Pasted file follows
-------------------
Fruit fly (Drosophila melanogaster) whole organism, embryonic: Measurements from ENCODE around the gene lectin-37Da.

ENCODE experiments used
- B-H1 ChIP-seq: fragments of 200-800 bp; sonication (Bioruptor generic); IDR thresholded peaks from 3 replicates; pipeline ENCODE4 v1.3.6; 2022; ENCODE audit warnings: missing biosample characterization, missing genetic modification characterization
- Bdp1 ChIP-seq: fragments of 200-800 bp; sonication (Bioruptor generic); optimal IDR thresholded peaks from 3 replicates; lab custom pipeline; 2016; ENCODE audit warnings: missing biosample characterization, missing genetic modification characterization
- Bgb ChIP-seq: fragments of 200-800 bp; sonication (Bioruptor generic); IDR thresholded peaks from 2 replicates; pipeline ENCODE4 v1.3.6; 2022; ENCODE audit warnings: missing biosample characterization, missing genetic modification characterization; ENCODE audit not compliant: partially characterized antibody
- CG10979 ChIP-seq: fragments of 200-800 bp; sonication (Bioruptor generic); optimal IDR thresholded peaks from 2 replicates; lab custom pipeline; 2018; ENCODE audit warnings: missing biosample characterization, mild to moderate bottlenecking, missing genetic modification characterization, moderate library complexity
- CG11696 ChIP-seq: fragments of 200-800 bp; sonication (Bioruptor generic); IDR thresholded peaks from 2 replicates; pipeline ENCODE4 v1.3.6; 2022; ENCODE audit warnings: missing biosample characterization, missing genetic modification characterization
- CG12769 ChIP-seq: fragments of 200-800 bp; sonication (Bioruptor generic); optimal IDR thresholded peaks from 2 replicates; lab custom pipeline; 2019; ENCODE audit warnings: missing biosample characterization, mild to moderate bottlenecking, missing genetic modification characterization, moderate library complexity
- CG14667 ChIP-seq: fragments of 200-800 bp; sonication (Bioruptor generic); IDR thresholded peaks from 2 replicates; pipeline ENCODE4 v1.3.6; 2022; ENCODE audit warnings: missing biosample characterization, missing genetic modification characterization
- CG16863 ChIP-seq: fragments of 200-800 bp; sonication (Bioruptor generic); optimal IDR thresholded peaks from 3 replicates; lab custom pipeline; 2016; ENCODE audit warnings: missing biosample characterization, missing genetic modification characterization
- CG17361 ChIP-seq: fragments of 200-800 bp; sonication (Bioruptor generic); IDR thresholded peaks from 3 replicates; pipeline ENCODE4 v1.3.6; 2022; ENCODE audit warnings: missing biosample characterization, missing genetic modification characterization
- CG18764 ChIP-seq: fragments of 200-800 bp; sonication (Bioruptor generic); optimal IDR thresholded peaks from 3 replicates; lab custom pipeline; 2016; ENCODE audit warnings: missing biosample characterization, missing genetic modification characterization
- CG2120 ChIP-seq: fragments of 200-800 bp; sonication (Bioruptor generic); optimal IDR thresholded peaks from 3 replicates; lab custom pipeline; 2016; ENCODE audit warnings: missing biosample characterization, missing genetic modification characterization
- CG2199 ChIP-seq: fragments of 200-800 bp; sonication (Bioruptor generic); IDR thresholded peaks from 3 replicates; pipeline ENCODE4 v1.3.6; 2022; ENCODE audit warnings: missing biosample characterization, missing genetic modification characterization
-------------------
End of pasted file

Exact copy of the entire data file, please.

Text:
Fruit fly (Drosophila melanogaster) whole organism, embryonic: Measurements from ENCODE around the gene lectin-37Da.

ENCODE experiments used
- B-H1 ChIP-seq: fragments of 200-800 bp; sonication (Bioruptor generic); IDR thresholded peaks from 3 replicates; pipeline ENCODE4 v1.3.6; 2022; ENCODE audit warnings: missing biosample characterization, missing genetic modification characterization
- Bdp1 ChIP-seq: fragments of 200-800 bp; sonication (Bioruptor generic); optimal IDR thresholded peaks from 3 replicates; lab custom pipeline; 2016; ENCODE audit warnings: missing biosample characterization, missing genetic modification characterization
- Bgb ChIP-seq: fragments of 200-800 bp; sonication (Bioruptor generic); IDR thresholded peaks from 2 replicates; pipeline ENCODE4 v1.3.6; 2022; ENCODE audit warnings: missing biosample characterization, missing genetic modification characterization; ENCODE audit not compliant: partially characterized antibody
- CG10979 ChIP-seq: fragments of 200-800 bp; sonication (Bioruptor generic); optimal IDR thresholded peaks from 2 replicates; lab custom pipeline; 2018; ENCODE audit warnings: missing biosample characterization, mild to moderate bottlenecking, missing genetic modification characterization, moderate library complexity
- CG11696 ChIP-seq: fragments of 200-800 bp; sonication (Bioruptor generic); IDR thresholded peaks from 2 replicates; pipeline ENCODE4 v1.3.6; 2022; ENCODE audit warnings: missing biosample characterization, missing genetic modification characterization
- CG12769 ChIP-seq: fragments of 200-800 bp; sonication (Bioruptor generic); optimal IDR thresholded peaks from 2 replicates; lab custom pipeline; 2019; ENCODE audit warnings: missing biosample characterization, mild to moderate bottlenecking, missing genetic modification characterization, moderate library complexity
- CG14667 ChIP-seq: fragments of 200-800 bp; sonication (Bioruptor generic); IDR thresholded peaks from 2 replicates; pipeline ENCODE4 v1.3.6; 2022; ENCODE audit warnings: missing biosample characterization, missing genetic modification characterization
- CG16863 ChIP-seq: fragments of 200-800 bp; sonication (Bioruptor generic); optimal IDR thresholded peaks from 3 replicates; lab custom pipeline; 2016; ENCODE audit warnings: missing biosample characterization, missing genetic modification characterization
- CG17361 ChIP-seq: fragments of 200-800 bp; sonication (Bioruptor generic); IDR thresholded peaks from 3 replicates; pipeline ENCODE4 v1.3.6; 2022; ENCODE audit warnings: missing biosample characterization, missing genetic modification characterization
- CG18764 ChIP-seq: fragments of 200-800 bp; sonication (Bioruptor generic); optimal IDR thresholded peaks from 3 replicates; lab custom pipeline; 2016; ENCODE audit warnings: missing biosample characterization, missing genetic modification characterization
- CG2120 ChIP-seq: fragments of 200-800 bp; sonication (Bioruptor generic); optimal IDR thresholded peaks from 3 replicates; lab custom pipeline; 2016; ENCODE audit warnings: missing biosample characterization, missing genetic modification characterization
- CG2199 ChIP-seq: fragments of 200-800 bp; sonication (Bioruptor generic); IDR thresholded peaks from 3 replicates; pipeline ENCODE4 v1.3.6; 2022; ENCODE audit warnings: missing biosample characterization, missing genetic modification characterization